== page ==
Brent Sutcliffe, founder of Sutcliffe Jewellery. Image supplied.
Sutcliffe Jewellery is used to helping others celebrate special occasions but this year the popular jewellery brand is celebrating their own milestone of 15 years in business this year. Talented jeweller Brent Sutcliffe founded the business back in 2004, opening the doors to the Sutcliffe Jewellery’s beautiful Parnell Road showroom. Brent followed in his father’s footsteps, completing a jewellery apprenticeship at home in NZ before heading to London, where he honed his craft in Hatton Garden. Brent earned many awards during his time in London and created exquisite handcrafted pieces that captured the hearts and imaginations of his clients. Sutcliffe Jewellery is also known for designing award-winning jewellery, with each piece of handcrafted fine jewellery made in the workshop out the the back of the Parnell showroom.
We caught up with Brent to find out more about his passion for jewellery, what makes Sutcliffe Jewellery different and what his advice is for anyone buying jewellery for themselves or a significant other.
Can you tell us how you first got into jewellery and what makes you passionate about it?
I first got into jewellery kind of by default. I had spent some time studying business and was failing in a particularly epic way, so with nothing else to do, I started my jewellery apprenticeship with my father. Luckily for me it turned out I really enjoyed making jewellery, although it took a few years for that enjoyment to develop. The reason I’m passionate about it is inbuilt I think, it is just the way I’m wired. Some people enjoy numbers or words, but I enjoy designing and making things, and jewellery allows the precision of engineering and the artistry of being sculptor so it encompasses quite a few disciplines which fits very well with my personality.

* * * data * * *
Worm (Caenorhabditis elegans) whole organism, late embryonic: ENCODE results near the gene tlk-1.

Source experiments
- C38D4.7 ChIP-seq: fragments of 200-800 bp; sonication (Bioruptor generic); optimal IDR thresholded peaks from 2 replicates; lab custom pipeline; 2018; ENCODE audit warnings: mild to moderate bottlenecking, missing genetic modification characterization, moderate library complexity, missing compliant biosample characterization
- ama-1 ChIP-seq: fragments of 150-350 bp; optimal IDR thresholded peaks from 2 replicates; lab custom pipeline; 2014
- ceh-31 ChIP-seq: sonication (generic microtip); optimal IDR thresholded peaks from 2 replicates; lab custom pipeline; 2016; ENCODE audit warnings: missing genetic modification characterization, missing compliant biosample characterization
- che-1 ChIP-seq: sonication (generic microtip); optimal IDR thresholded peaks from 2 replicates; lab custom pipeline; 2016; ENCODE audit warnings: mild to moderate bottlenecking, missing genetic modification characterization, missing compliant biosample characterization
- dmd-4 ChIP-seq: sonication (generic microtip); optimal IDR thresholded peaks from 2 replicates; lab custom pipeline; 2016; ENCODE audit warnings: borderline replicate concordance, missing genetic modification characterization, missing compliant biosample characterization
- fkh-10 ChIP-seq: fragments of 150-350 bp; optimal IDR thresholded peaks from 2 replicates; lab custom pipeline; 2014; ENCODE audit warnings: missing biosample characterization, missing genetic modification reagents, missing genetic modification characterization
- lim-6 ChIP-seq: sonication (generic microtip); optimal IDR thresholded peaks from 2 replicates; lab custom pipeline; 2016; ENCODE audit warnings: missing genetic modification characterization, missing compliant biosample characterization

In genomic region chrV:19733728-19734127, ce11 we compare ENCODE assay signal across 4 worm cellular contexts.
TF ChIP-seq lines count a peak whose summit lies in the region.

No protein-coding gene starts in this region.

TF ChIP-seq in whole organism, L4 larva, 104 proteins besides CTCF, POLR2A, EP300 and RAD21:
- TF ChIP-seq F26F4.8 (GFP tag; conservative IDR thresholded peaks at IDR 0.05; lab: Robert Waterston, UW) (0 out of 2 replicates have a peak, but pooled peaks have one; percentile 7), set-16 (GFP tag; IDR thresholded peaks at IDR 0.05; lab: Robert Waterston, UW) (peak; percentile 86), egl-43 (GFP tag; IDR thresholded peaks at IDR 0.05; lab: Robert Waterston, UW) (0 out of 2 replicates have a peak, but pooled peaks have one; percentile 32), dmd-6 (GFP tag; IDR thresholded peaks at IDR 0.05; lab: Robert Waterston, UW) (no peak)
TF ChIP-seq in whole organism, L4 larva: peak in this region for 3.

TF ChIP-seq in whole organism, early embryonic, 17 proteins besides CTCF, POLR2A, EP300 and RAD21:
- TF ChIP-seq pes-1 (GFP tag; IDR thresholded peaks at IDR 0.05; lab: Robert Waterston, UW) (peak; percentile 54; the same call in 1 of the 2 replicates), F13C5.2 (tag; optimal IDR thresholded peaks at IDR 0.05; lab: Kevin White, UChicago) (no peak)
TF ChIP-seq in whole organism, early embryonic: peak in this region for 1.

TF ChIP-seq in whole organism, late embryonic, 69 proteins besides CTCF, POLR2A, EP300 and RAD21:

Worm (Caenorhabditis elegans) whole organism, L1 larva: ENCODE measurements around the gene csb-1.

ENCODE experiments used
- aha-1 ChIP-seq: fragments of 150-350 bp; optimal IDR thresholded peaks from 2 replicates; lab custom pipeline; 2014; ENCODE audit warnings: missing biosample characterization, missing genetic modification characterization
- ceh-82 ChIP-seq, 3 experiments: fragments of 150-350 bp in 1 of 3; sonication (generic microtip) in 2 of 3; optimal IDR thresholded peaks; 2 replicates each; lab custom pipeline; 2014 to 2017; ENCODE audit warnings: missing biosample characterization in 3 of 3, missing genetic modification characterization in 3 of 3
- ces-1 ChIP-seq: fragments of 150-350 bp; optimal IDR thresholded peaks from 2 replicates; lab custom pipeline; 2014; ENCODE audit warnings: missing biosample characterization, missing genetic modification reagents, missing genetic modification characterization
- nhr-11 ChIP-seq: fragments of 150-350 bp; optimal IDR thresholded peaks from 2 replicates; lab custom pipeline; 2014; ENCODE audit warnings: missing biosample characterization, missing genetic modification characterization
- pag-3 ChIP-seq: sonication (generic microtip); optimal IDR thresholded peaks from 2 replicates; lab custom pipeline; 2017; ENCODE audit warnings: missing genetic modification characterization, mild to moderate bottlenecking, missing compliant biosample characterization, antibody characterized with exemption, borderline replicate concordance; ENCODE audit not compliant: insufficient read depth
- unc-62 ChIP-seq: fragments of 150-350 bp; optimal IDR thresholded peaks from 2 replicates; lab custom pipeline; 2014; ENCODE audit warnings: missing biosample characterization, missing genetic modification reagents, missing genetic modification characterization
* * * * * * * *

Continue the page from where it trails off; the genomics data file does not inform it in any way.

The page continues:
Congratulations on celebrating 15 years of your business this year, how has the brand evolved since then and what stands out as highlights for you over that time?
As I had a very clear direction for the brand when I started, the brand itself over the years has evolved in that same direction. The highlights would be making some beautiful jewellery that I never imagined I could do in NZ. There is a demand for very fine jewellery, and we happily meet that demand.
What makes Sutcliffe Jewellery different and what are you most proud of about your business?
What makes us different is our refusal to sell anyone else’s jewellery but our own, and that we still hand make almost every piece. It means that what we do is unique and has a lot of love poured into it. It is a bit like buying a piece of art. Do you buy an original or a print that everyone else has? We prefer the original. I’m proud that we have managed to continue to do that, and not give in the pressure of using CAD. CAD is killing the craft of jewellery making, and I love that we are helping to keep it alive and still creating pieces of handmade art in process.
A ring in the process of being made at Sutcliffe Jewellery’s Parnell workshop.